Most likely you will want to combine a cardiovascular training plan with some long-distance “practice” hikes in your area. Day hikes, or even some multi-day hikes, will help you to build up your stamina so you can endure long days of trekking.
For more training advice, check out our Trekking Tip #3.
Be nice to yourself and stay healthy before the trek. Drink plenty of water and eat small, light meals. Fun fact: your digestion slows down at high elevations! Get lots of rest and avoid alcohol, too.
Learn more about Altitude and How to Acclimatize before you begin your hike.
We do not operate this trekking route in the rainy season which runs from December to March. Wet weather means snow at high elevations which makes the route dangerous and your safety always comes first!
You can also trek the Sibinacocha Lake route in April, September or October, which are either side of the rainy season. The issue is that the weather is even harder to predict and that is why we have a wet season policy. This gives us the option to change the trekking route at the last minute, if weather conditions are deemed unsafe.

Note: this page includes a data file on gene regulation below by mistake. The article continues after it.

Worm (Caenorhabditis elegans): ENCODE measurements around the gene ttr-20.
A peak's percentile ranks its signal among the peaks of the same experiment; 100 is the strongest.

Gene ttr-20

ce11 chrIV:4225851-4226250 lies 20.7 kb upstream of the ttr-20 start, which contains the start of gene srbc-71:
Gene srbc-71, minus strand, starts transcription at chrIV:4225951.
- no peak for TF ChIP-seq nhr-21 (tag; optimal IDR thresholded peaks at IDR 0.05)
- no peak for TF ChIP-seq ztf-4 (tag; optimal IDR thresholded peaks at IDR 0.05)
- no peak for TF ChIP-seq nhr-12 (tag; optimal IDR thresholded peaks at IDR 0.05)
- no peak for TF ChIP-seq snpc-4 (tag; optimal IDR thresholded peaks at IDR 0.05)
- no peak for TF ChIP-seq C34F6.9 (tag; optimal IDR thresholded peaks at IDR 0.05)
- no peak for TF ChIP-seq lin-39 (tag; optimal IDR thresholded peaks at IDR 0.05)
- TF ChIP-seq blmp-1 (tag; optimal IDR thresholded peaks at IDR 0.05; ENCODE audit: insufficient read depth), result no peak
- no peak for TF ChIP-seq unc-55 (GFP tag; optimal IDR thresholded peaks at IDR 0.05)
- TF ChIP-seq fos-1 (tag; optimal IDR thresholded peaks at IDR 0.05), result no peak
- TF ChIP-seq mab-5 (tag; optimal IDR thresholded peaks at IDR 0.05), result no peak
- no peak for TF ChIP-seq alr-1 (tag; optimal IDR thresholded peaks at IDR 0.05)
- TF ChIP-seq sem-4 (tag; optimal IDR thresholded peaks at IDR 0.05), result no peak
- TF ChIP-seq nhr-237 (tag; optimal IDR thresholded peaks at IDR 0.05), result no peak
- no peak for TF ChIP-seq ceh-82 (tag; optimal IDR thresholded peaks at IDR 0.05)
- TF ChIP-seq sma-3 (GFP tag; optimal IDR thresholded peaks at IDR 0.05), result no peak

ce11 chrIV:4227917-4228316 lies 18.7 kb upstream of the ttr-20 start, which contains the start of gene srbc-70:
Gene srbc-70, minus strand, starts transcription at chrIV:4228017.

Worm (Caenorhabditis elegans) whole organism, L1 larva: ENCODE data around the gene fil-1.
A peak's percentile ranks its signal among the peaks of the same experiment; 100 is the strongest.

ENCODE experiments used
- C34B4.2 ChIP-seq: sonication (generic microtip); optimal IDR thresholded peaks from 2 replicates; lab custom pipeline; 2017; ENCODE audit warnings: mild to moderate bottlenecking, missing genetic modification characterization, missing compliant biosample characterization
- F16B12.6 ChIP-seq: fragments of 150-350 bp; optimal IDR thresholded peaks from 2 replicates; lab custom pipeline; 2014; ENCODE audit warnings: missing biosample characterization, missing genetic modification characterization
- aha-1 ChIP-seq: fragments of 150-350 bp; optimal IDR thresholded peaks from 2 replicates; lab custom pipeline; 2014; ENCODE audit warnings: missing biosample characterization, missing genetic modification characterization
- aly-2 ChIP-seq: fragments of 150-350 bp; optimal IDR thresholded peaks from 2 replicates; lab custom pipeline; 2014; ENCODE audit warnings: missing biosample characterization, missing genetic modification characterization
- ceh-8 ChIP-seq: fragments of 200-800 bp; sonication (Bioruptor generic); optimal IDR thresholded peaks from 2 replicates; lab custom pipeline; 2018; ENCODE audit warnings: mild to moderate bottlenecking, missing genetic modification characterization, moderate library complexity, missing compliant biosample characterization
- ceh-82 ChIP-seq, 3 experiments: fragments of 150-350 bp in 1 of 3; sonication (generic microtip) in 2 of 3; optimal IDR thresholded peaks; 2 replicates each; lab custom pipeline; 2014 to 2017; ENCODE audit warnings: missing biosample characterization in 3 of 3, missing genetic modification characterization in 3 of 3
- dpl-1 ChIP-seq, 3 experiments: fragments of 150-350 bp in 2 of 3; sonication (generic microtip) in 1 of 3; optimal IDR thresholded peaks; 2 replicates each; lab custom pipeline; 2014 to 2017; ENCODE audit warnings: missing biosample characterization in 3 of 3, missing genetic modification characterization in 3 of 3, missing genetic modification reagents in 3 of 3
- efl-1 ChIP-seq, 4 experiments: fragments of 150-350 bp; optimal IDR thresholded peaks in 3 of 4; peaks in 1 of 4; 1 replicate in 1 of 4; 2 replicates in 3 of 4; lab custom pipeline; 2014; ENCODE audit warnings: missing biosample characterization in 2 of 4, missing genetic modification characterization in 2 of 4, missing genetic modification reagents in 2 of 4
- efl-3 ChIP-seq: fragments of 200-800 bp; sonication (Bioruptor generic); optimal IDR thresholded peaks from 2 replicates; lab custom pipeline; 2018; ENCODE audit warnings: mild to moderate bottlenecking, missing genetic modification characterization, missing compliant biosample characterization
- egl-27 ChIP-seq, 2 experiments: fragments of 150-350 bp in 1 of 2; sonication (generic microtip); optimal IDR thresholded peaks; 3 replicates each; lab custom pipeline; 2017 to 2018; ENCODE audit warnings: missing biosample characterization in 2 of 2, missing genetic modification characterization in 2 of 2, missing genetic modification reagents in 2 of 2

Read more about the best time to hike and read our wet season trekking policy.
Days 1 and 6 are shorter given the additional driving time to travel to and from Cusco.
We will spend five nights camping during the 6 day Laguna Sibinacocha trek, but you have nothing to worry about! Our deluxe all-season tents and comfortable foam mattresses will keep you well protected from the elements so you can sleep soundly each night. We can rent you a warm sleeping bag (good to -15°C (5°F)), but if you choose to bring your own, make sure it is suitable for temperatures well below freezing!
If you would like more comfort on the trail, you can also opt for our Comfort Camping upgrade. This somewhat luxurious option includes larger tents, a deluxe sleeping bag, an inflatable mattress bed and even a hot shower (yes HOT!).
Make no mistake: this is not your regular trail food! One of our very creative professional trail chefs will accompany you along the trek and will take care of all your dietary needs. The quality of the meals produced half way up a mountain rival any of the best restaurants in Cusco!
Our trail chefs attend regular training courses, providing you with a wide variety of healthy, nutritious meals for the trek. They can cater to just about any dietary needs as well. If you are vegetarian, vegan, gluten-intolerant or have any other special preferences, just let us know at booking.
We also provide snacks to take with you on the trail (to help give you the energey you need to get over those mountain passes!), and of course, boiled water with which you can refill your reusable water bottles.